Independent journalism under threat: World Press Freedom Day 2019
Just days before World Press Freedom Day on 3 May, journalists marked the tragic one-year anniversary of dual suicide bombings in Kabul that killed nine of their colleagues. Separate attacks in Khost and Kandahar at about the same time murdered another two journalists, as well as dozens of other civilians. In addition to the mourning, the media community also conveyed an enduring respect for these journalists who had risked their lives on a daily basis to report the news.
The Afghan attacks were among the most deadly for journalists last year, but 2018 generally was a grim year for independent media. The UNESCO Observatory recorded the killing of 99 journalists worldwide, many of whom were targeted specifically to stifle their free and independent reporting, including the murder of Saudi journalist and Washington Post columnist Jamal Khashoggi, who was killed in Istanbul last October.
The journalists who have lost their lives in the course of their work have paid the highest price. They have also reminded us of the incomparable value of that work, in part precisely because there are those who will resort to murder to stifle their voices. In every area of our lives, we rely on journalists to enable accountability, to safeguard our societies and to simply to keep us informed.
With the theme of “media for democracy: journalism and elections in times of disinformation”, the main 26th commemoration of World Press Freedom Day will take place at the African Union Headquarters in Addis Ababa, organized by UNESCO, the African Union Commission and the Government of the Federal Democratic Republic of Ethiopia. About 100 complementary events will be held across the world, including in the Asia-Pacific, while the “Defend Journalism” campaign is taking place, bringing together news outlets from across the world in social media and editorial coverage.
“At a time of growing discourse of mistrust and delegitimization of the press and journalism, it is essential that we guarantee freedom of opinion through the free exchange of ideas and information based on factual truths,” UNESCO Director-General Audrey Azoulay said to mark World Press Freedom Day. “Impunity for crimes committed against journalists is a threat that affects all our societies. This threat requires us to be constantly vigilant. We must act together to protect the freedom of expression and safety of journalists.”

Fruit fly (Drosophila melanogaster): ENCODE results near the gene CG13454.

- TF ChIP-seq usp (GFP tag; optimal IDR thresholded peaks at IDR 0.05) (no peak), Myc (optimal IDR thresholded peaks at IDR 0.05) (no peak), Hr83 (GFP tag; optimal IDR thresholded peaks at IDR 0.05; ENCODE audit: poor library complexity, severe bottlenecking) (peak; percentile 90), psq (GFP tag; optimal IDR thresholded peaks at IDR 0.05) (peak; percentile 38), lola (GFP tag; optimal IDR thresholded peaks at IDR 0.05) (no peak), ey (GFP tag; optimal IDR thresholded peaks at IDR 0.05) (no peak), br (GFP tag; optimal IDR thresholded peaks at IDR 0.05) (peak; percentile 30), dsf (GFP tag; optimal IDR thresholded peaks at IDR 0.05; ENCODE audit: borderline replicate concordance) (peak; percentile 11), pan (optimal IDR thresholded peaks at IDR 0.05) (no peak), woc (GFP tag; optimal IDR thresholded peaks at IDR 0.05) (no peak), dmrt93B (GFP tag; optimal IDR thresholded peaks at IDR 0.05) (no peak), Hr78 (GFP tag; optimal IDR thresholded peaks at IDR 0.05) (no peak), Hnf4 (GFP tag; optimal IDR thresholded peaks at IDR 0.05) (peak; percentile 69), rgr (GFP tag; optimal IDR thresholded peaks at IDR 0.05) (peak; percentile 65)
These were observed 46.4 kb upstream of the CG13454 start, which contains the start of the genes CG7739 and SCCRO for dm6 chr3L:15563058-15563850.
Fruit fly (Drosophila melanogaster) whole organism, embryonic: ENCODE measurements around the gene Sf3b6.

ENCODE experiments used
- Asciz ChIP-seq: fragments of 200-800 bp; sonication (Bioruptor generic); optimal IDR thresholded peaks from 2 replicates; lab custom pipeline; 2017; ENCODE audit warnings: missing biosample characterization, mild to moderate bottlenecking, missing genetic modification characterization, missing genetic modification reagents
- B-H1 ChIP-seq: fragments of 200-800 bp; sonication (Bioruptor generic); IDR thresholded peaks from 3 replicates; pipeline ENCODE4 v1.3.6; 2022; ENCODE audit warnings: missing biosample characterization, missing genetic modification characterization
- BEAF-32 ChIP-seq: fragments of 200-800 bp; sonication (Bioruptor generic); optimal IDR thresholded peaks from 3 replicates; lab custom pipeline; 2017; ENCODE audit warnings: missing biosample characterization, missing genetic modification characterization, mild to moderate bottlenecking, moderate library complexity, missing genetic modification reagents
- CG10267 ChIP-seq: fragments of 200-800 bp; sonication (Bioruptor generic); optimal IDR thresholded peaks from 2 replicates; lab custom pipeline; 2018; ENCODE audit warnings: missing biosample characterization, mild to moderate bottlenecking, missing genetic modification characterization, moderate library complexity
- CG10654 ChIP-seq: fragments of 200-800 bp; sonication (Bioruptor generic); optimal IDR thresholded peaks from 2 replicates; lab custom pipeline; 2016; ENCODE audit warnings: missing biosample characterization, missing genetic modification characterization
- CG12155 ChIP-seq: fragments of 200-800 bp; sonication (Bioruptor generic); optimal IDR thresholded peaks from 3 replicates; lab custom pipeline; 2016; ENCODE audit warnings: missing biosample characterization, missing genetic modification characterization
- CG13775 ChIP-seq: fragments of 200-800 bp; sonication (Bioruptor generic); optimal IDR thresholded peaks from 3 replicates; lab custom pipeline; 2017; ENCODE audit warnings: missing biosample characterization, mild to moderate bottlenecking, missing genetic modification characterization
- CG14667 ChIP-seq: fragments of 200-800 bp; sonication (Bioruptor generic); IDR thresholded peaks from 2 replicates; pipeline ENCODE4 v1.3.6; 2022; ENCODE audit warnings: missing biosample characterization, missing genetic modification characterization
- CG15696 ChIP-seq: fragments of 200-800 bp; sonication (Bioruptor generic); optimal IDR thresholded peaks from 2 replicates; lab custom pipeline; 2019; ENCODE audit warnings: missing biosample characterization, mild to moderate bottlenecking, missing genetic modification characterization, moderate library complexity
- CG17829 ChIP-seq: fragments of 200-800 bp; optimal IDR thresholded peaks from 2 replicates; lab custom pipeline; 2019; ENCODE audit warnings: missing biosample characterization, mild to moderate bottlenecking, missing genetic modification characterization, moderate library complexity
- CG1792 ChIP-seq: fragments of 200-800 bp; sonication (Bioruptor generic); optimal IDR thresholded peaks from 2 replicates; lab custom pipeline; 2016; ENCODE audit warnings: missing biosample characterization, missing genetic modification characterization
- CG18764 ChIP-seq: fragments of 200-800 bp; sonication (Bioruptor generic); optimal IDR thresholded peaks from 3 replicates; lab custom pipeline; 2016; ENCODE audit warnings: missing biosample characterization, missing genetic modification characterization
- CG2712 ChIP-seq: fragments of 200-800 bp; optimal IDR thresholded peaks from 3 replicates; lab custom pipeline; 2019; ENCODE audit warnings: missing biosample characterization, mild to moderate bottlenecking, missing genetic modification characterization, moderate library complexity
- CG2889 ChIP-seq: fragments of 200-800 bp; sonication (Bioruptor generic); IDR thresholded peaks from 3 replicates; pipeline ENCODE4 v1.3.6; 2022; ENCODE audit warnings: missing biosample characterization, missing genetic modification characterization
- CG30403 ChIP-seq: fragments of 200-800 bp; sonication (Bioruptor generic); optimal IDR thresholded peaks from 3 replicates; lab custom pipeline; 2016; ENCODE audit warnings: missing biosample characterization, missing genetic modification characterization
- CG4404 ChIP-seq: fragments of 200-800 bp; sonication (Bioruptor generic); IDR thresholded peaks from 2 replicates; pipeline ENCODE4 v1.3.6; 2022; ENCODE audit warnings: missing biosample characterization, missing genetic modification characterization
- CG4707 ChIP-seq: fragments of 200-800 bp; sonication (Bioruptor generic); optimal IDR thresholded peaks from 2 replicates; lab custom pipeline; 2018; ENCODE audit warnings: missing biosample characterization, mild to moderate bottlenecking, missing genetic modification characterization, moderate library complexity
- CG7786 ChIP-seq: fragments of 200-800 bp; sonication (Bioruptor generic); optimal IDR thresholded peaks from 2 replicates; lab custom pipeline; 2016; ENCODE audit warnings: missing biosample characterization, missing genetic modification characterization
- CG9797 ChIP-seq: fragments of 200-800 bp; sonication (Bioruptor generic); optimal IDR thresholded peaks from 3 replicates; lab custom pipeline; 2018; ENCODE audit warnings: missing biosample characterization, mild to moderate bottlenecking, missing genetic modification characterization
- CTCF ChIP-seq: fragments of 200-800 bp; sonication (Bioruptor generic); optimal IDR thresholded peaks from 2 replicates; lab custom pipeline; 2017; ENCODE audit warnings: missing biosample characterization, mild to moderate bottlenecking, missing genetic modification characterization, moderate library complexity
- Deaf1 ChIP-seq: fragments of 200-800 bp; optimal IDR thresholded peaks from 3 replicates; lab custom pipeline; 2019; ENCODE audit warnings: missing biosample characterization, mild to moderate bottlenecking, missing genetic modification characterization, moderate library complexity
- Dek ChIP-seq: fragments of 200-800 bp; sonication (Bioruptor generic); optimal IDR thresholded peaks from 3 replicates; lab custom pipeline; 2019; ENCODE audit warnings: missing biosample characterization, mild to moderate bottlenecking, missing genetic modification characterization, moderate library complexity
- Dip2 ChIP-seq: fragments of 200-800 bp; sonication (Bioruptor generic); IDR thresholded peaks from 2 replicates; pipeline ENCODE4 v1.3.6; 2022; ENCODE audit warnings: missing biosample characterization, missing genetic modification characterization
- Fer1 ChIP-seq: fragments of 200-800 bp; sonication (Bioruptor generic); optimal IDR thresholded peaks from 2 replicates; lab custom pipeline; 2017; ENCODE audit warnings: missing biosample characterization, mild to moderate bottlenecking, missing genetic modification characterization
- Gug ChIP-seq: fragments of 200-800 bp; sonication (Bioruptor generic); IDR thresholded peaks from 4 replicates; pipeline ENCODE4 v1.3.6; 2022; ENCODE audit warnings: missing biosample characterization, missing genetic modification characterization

The heavy toll of murders are not the extent of threats meant to stifle press freedom. UN Secretary-General António Guterres pointed out that in addition to the nearly 100 journalists killed, hundreds more have been imprisoned. In just some high-profile examples in South-East Asia, the two Reuters journalists Wa Lone and Kyaw Soe Oo are serving seven-year prison sentences since December 2017 having reported on alleged human rights violations in Myanmar’s state of Rakhine, coverage which has since won the Pulitzer Prize as well as the UNESCO/Guillermo Cano Press Freedom Prize this year. In the Philippines, Rappler CEO and executive editor Maria Ressa continues to fight legal charges, leading to a robust defence of media freedom under the banner of “hold the line”.
Across the region, the official threat of imprisonment is augmented by draconian libel laws, use of strategic lawsuits against media outlets and other widespread restrictions on freedom of expression, which have targeted activists and journalists alike. With shrinking public spaces for civil and political participation, and the proliferation of nationalistic narratives leading to xenophobia and violence, the protection of independent and ethical journalism as a fundamental safeguard of societies is more essential than ever.
This year’s theme focusing on disinformation also takes into account the changing media landscape in the digital age. So-called “fake news” – or, more commonly termed, lies and propaganda – has corrupted electoral systems, disseminated fear and promoted violence on a massive scale. The response in many South-East Asian countries has been the introduction of restrictive cyber laws, rationalized as curbing misinformation, but in most cases imposing potentially arbitrary punishments for a wide range of expression. The solution to “fake news”, of course, is not repression, but the strengthening of professional standards and ethical news institutions.
“A free press is essential for peace, justice, sustainable development and human rights,” UN Secretary-General António Guterres said on the occasion of World Press Freedom Day. “No democracy is complete without access to transparent and reliable information. It is the cornerstone for building fair and impartial institutions, holding leaders accountable and speaking truth to power”, a vision which his highlighted in the UN Sustainable Development Agenda 2030.
World Press Freedom Day, celebrated every 3 May, is UNESCO’s flagship programme to draw attention to freedom of expression and press freedom as fundamental human rights for all. The annual date was proclaimed by the UN General Assembly in 1993 following a Recommendation adopted by UNESCO’s General Conference in 1991. The origins of the Day lie in the Windhoek Declaration signed by a group of African journalists who gathered at a UNESCO seminar for “Promoting an Independent and Pluralistic African Media” in Windhoek, Namibia in May 1991.
By Jeremy Walden-Schertz, Media Officer at UNESCO Bangkok
* This article was first published in The Bangkok Post